NEW England wine producers have warned changes to a tax originally designed to better support wine producers in rural and regional Australia could end up pushing many to the financial wall.
The fallout for the wine industry is continuing after the 2016/17 federal budget revealed changes to the Wine Equalisation Tax (WET) rebate, which supporters say is long overdue to stop widespread rorting of the rebate, but which critics argue will have the unintended consequence of business closures and job cuts.
While beer and spirits are taxed per unit of alcohol, wine is taxed on the basis of its wholesale price, at a rate of 29 per cent.
As it stands now, the first $500,000 of each producer’s tax is able to be rebated, but the budget has proposed cutting that rebate cap to $350,000 by July 1 next year and then to $290,000 a year later.
Wine producers wanting to claim the rebate will also have to own a winery or have a long-term lease on one.
That poses an immediate problem for smaller vineyards, many of which choose to have their winemaking done under contract, rather than making a significant investment in a winery.
“A significant number of the smaller players in the New England wine industry don’t meet this criteria as announced ... these local wineries have no ownership or lease on the facility where their wine is made,” said Mark Kirkby, who runs Toppers Mountain Wines at Tingha and is the acting president of the New England Wine Industry Association.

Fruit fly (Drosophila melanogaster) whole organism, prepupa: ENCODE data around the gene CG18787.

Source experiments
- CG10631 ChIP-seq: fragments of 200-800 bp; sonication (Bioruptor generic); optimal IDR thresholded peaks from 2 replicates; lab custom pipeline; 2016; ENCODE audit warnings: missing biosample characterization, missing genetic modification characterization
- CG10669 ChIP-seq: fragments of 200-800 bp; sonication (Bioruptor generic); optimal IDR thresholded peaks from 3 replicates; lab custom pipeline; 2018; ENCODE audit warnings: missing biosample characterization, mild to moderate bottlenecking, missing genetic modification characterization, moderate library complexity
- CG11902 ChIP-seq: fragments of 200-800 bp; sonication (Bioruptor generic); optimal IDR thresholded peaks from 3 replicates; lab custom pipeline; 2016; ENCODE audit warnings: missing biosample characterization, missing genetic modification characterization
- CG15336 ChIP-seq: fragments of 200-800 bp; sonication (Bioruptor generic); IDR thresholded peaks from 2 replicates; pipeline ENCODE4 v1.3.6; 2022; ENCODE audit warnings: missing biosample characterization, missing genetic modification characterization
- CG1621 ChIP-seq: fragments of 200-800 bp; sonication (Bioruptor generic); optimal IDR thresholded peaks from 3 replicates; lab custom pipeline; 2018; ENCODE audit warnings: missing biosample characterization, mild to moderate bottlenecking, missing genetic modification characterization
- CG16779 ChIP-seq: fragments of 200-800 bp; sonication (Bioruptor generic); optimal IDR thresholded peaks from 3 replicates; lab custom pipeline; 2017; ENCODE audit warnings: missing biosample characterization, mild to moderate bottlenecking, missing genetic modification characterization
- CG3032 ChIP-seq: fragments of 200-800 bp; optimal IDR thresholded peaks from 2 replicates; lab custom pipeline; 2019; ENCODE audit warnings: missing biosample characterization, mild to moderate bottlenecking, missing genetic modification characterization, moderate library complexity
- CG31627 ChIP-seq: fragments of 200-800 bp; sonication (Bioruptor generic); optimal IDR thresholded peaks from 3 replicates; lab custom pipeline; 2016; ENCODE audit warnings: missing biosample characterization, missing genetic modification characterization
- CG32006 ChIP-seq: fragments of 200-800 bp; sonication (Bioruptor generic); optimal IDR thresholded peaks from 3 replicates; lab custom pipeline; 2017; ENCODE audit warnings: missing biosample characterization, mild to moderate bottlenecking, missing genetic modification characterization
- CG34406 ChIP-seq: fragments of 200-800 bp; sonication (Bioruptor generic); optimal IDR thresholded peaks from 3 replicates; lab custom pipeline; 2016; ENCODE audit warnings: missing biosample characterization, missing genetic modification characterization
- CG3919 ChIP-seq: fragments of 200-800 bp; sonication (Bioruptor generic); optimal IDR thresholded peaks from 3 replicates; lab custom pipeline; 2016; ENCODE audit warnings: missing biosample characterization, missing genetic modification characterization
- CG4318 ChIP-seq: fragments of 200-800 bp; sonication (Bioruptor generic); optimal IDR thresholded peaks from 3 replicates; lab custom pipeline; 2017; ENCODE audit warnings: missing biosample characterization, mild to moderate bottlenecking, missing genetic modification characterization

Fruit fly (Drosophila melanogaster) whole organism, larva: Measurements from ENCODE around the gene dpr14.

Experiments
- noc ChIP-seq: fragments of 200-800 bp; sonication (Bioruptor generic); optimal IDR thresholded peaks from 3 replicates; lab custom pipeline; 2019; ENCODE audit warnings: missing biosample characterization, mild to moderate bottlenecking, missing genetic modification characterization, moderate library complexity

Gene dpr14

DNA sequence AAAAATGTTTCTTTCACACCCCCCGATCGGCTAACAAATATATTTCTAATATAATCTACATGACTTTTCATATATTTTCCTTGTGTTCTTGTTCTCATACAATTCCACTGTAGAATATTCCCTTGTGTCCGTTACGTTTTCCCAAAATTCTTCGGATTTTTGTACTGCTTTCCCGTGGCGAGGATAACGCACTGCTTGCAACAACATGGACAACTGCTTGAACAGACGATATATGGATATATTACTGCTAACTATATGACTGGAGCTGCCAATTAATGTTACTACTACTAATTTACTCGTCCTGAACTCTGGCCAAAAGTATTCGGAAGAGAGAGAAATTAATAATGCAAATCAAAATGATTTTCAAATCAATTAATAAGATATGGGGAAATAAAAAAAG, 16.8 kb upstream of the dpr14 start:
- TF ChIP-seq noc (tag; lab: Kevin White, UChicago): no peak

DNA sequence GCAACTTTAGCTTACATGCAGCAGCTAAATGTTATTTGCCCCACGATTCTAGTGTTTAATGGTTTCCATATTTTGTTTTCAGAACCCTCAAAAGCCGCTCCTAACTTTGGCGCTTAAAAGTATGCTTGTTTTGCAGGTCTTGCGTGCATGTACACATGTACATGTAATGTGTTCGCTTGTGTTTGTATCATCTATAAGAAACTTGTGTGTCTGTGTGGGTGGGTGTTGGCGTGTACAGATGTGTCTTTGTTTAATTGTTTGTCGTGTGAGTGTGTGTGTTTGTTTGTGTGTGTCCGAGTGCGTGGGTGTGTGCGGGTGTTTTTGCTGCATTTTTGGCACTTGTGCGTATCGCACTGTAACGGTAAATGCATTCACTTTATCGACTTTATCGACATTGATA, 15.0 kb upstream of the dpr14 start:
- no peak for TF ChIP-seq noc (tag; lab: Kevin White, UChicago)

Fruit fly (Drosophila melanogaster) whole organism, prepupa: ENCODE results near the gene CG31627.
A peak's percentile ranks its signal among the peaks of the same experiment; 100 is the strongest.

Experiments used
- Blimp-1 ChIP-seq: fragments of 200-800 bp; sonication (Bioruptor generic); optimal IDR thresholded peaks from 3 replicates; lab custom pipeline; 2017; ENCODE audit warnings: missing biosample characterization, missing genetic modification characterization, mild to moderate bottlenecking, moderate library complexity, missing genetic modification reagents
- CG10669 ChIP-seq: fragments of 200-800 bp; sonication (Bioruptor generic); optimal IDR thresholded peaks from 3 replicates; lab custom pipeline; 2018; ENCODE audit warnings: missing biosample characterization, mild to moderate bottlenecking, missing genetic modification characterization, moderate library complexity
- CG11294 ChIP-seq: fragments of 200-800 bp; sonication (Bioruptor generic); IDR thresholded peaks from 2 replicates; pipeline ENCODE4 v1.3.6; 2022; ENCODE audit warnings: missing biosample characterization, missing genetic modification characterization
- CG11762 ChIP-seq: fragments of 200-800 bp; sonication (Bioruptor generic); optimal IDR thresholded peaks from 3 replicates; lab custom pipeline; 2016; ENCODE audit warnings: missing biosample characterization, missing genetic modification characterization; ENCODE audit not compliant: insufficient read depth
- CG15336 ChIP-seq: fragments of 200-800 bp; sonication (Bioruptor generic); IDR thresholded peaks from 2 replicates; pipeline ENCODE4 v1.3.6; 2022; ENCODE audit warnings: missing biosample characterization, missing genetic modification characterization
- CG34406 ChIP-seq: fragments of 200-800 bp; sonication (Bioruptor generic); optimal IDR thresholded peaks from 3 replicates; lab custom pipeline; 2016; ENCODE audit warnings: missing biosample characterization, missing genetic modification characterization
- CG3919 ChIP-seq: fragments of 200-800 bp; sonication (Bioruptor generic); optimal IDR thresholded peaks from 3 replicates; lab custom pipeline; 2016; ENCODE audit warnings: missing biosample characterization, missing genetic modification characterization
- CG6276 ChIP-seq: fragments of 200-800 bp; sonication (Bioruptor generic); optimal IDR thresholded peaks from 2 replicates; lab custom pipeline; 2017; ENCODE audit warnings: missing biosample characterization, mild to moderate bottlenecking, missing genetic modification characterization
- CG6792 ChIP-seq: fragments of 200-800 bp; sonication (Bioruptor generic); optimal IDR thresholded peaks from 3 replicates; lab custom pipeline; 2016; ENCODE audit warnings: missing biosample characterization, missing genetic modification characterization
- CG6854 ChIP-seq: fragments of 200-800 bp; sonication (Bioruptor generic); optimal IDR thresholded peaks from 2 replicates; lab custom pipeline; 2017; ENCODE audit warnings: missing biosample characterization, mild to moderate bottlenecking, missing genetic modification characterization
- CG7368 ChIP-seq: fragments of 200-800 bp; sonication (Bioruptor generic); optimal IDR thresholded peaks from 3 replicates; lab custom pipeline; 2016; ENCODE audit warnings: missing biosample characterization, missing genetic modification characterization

“This change, if not modified, will reduce the revenue to these wineries by between 15 and 20 per cent of their total sales.”
For cellar doors across the state, Mr Kirkby said, the impact could be devastating.
The proposed changes come at a time when the local industry had enjoyed an increase in wine tourism traffic in recent years, Mr Kirkby describing a substantial increase in visitors at his own vineyard, which opens its cellar door by appointment.
The type of upheaval caused locally by the rebate rethink was anyone’s guess, but wouldn’t go unnoticed.
“I don’t know exactly how people would respond (if the changes proceed), but it would be a significant impost on their business,” Mr Kirkby said.
He said everyone had been waiting until after the federal election to start really pushing for reconsideration of the WET changes, but once the result was known in New England the local association would begin lobbying.
“We will be starting to knock on some doors,” Mr Kirkby said.